WASHINGTON -- All but one of the nation's 18 largest banks are more prepared to withstand a severe U.S. recession and a global downturn than at any time since the 2008 financial crisis, the Federal Reserve says.

Results of the Fed's annual "stress tests" showed Thursday that as a group, the 18 banks hold fewer bad loans compared with last year, helped by a stronger economy. The Fed will announce next week whether it will approve the banks' plans to issue dividends or repurchase shares.

The Fed's data show that one of the banks, Ally Financial, would have a much lower capital buffer against losses than the others under the most severe scenario. Ally's projected capital level is below the minimum that the Fed considers a bank would need to survive a severe recession.

But Fed officials wouldn't say whether that means it would reject Ally's plans for issuing dividends or buying back shares.

Last year, Ally -- the former financial arm of General Motors -- was the worst-performing bank in the Fed's stress tests. It was one of four banks that failed the tests and were not allowed to raise their dividends or repurchase shares. The others were Citigroup, SunTrust Banks and MetLife which has since sold its banking operations and is no longer tested.

In a statement, Ally countered that it was well-capitalized and called the Fed's analysis for calculating the bank's potential losses "fundamentally flawed."

"While Ally appreciates the Fed's role in ensuring that financial institutions have adequate capital during stressed situations, using flawed assumptions could have lasting adverse impacts on the economy, including ultimately causing banks to reduce certain key lending categories," the bank said.

The 18 banks were tested on how they would withstand severe downturns not only in the United States but also in Europe and in Asian countries including China and Japan.

Under the stress tests' most severe scenario, the United States would undergo a recession in which unemployment would reach nearly 12 percent, stocks would lose half their value and home prices would plunge 20 percent.

The Fed said that under the most severe scenario, the 18 banks would suffer combined losses of $462 billion through the fourth quarter of 2014.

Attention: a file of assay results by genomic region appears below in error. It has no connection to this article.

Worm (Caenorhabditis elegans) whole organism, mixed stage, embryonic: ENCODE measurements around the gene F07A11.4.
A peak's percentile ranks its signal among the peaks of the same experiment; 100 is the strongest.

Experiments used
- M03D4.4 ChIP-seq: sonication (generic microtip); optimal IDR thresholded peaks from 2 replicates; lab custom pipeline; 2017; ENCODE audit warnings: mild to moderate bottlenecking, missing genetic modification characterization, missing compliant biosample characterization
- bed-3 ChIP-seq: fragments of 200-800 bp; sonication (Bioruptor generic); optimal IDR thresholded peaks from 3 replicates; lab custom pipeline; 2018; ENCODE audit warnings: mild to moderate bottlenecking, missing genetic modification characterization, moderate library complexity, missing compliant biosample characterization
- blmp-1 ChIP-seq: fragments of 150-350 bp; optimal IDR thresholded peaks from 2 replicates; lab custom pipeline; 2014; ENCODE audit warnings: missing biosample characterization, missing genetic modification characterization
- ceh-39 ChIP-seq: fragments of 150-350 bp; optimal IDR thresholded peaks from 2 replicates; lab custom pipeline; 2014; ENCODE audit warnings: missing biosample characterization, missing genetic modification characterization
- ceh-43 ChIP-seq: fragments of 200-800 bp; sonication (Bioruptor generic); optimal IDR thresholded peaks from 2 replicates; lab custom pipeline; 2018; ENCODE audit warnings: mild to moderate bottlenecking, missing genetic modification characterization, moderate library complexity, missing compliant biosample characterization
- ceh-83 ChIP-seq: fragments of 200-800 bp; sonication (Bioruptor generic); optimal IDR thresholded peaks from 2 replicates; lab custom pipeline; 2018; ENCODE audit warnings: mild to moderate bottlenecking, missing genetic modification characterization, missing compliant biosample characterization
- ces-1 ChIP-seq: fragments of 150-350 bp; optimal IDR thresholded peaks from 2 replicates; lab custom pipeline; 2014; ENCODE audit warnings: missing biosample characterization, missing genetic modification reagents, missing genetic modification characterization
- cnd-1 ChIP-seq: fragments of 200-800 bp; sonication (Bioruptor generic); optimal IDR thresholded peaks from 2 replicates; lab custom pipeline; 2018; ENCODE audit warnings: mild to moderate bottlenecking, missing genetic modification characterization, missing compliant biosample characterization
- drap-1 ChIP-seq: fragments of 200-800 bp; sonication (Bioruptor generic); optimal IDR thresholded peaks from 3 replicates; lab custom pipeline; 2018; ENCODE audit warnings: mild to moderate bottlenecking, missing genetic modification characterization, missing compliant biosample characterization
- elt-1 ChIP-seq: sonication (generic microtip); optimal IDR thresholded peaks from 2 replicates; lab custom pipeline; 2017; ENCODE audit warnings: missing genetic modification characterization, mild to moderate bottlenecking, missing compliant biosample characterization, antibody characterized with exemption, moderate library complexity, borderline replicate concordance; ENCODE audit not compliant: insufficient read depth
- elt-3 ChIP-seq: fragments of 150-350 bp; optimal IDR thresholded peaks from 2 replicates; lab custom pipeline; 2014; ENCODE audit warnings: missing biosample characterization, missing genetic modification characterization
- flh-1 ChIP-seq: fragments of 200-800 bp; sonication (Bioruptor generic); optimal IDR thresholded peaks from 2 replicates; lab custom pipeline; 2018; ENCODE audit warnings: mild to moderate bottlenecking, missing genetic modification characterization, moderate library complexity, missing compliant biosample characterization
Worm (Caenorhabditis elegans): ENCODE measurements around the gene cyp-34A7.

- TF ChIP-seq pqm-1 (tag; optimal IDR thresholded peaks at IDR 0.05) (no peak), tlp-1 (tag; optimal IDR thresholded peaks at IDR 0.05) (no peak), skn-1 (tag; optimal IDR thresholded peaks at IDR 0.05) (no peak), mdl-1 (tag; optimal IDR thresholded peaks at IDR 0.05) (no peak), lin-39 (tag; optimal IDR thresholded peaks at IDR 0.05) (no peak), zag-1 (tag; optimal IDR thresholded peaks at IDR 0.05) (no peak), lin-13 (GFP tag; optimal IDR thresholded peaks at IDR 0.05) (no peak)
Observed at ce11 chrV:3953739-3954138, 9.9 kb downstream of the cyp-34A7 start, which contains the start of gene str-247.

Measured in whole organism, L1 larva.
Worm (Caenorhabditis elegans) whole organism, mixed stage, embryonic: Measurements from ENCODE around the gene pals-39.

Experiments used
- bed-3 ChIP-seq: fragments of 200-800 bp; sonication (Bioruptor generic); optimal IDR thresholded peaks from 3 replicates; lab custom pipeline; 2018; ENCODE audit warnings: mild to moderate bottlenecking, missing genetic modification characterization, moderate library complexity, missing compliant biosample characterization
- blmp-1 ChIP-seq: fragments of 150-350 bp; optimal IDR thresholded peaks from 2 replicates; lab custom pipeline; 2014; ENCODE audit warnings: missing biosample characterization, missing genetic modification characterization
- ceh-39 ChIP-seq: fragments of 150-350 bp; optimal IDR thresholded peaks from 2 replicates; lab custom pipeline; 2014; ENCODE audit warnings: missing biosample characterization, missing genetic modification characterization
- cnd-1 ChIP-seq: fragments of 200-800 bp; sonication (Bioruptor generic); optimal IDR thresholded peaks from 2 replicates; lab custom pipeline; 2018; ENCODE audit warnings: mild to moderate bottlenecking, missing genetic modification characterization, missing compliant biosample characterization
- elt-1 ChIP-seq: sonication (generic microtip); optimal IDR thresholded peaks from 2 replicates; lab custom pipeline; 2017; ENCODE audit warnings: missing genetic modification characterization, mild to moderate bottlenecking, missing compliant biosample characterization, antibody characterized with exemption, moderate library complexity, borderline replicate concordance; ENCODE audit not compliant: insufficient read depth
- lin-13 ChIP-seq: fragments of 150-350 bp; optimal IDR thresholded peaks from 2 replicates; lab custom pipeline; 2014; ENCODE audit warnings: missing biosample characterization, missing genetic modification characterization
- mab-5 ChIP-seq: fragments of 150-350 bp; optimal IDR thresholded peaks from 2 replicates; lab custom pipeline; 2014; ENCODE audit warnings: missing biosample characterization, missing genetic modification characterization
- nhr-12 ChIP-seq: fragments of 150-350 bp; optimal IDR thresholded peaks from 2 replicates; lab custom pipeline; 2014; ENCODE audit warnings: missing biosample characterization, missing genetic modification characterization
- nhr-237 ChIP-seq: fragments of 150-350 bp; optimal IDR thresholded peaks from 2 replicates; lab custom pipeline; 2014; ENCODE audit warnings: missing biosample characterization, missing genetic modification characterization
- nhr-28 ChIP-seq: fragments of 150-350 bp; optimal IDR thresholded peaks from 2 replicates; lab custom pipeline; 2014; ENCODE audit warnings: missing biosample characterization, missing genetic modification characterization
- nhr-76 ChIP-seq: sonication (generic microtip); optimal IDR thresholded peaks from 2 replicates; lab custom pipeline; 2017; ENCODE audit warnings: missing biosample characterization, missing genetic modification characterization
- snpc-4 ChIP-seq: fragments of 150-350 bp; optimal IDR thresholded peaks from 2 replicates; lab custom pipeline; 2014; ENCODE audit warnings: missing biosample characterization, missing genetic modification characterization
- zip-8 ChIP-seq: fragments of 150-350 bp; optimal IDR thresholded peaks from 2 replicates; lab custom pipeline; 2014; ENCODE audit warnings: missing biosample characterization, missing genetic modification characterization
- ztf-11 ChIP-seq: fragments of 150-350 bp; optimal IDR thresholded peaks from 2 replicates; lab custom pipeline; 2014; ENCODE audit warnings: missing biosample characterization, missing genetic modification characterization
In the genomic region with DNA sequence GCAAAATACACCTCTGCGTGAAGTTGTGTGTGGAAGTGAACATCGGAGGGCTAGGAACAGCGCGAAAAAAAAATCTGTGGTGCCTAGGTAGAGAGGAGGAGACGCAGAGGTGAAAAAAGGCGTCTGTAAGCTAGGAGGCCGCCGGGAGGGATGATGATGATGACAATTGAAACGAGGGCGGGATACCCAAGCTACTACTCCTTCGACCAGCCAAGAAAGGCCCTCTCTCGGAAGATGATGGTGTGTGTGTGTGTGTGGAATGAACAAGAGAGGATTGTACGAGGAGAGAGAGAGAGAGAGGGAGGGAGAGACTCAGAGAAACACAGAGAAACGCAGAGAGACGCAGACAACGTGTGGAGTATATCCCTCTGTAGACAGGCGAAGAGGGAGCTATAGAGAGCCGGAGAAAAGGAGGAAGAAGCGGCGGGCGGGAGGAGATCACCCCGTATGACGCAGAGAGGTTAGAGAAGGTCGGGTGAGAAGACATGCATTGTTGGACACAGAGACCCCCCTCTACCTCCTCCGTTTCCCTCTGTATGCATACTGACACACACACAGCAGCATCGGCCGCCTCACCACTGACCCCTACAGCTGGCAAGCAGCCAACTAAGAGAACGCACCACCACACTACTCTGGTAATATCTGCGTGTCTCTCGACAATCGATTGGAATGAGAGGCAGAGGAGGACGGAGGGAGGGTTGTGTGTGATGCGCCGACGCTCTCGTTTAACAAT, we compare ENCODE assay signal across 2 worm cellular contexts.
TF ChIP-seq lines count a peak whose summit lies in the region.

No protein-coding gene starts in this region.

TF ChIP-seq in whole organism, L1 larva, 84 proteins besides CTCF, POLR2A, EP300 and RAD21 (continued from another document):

The Fed has conducted stress tests of the largest banks every year since 2009 in the aftermath of the financial crisis.

Next Thursday, the Fed will announce whether it has approved each bank's request, if it made one, to raise dividends for its shareholders. Its decisions will be based on how each bank would fare in a severe recession if it increased its dividends.

"The stress tests are a tool to gauge the resiliency of the financial sector," Daniel Tarullo, a Fed governor, said in a statement.

Tarullo said significant increases in the amount and quality of banks' capital cushions against risk "help ensure that banks can continue to lend to consumers and businesses, even in times of economic difficulty."

The 18 banks, along with hundreds of other U.S. banks, received federal bailouts during the financial crisis that struck in 2008 and triggered the worst economic downturn since the Great Depression of the 1930s. The banking industry has been recovering steadily since then, as overall profits have risen and banks have started to lend more freely.

Stress tests are annual checkups the government gives the biggest banks. The banks' balance sheets are tested to see how they'd survive a severe recession. The tests are a gauge of how the industry is faring more than four years after the crisis hit.

Many longtime bank shareholders are unhappy with their investments, because most banks' stock prices still have yet to return to pre-crisis levels. But raising dividends costs a bank cash. The government doesn't want banks to deplete their capital reserves so much that they'd become vulnerable to another recession.

Citigroup and Bank of America are each still paying shareholders only a token dividend of 1 penny, because the government hasn't allowed them to raise it.

Some experts say they aren't sure that even a thumb's-up from the stress tests carries much significance. The industry is no longer in dire shape, but it's still under pressure. Uncertain legal fees and new regulations are restraining profits and revenue, and demand for loans has been generally lackluster.

Chris Whalen, a New York-based analyst, argued that the Fed appears too eager for banks to return capital to shareholders. He said the industry still faces problems.

"Weak profitability and slow revenue growth should be the key areas of concern in the (stress test) analysis, but there will be no discussion of these factors," Whalen wrote in a post shortly before the results were released.